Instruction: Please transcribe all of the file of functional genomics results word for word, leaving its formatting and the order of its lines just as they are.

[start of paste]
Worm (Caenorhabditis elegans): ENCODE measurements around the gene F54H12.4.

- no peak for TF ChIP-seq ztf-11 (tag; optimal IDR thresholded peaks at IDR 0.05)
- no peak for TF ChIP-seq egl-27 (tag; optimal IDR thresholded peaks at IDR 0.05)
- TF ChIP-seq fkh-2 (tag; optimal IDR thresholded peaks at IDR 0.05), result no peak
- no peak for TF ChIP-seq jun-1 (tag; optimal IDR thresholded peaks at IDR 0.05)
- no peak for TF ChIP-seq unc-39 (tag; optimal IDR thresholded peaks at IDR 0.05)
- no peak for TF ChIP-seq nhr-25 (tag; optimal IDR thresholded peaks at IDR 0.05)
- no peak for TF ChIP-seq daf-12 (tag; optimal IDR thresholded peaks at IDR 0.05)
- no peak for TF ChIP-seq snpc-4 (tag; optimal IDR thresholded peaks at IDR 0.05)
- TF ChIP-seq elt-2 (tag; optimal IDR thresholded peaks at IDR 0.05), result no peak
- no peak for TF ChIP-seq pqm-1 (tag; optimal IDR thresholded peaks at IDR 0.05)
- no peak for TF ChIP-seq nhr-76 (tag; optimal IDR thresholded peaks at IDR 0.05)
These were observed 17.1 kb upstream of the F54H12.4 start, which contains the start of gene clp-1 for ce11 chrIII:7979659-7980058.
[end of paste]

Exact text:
Worm (Caenorhabditis elegans): ENCODE measurements around the gene F54H12.4.

- no peak for TF ChIP-seq ztf-11 (tag; optimal IDR thresholded peaks at IDR 0.05)
- no peak for TF ChIP-seq egl-27 (tag; optimal IDR thresholded peaks at IDR 0.05)
- TF ChIP-seq fkh-2 (tag; optimal IDR thresholded peaks at IDR 0.05), result no peak
- no peak for TF ChIP-seq jun-1 (tag; optimal IDR thresholded peaks at IDR 0.05)
- no peak for TF ChIP-seq unc-39 (tag; optimal IDR thresholded peaks at IDR 0.05)
- no peak for TF ChIP-seq nhr-25 (tag; optimal IDR thresholded peaks at IDR 0.05)
- no peak for TF ChIP-seq daf-12 (tag; optimal IDR thresholded peaks at IDR 0.05)
- no peak for TF ChIP-seq snpc-4 (tag; optimal IDR thresholded peaks at IDR 0.05)
- TF ChIP-seq elt-2 (tag; optimal IDR thresholded peaks at IDR 0.05), result no peak
- no peak for TF ChIP-seq pqm-1 (tag; optimal IDR thresholded peaks at IDR 0.05)
- no peak for TF ChIP-seq nhr-76 (tag; optimal IDR thresholded peaks at IDR 0.05)
These were observed 17.1 kb upstream of the F54H12.4 start, which contains the start of gene clp-1 for ce11 chrIII:7979659-7980058.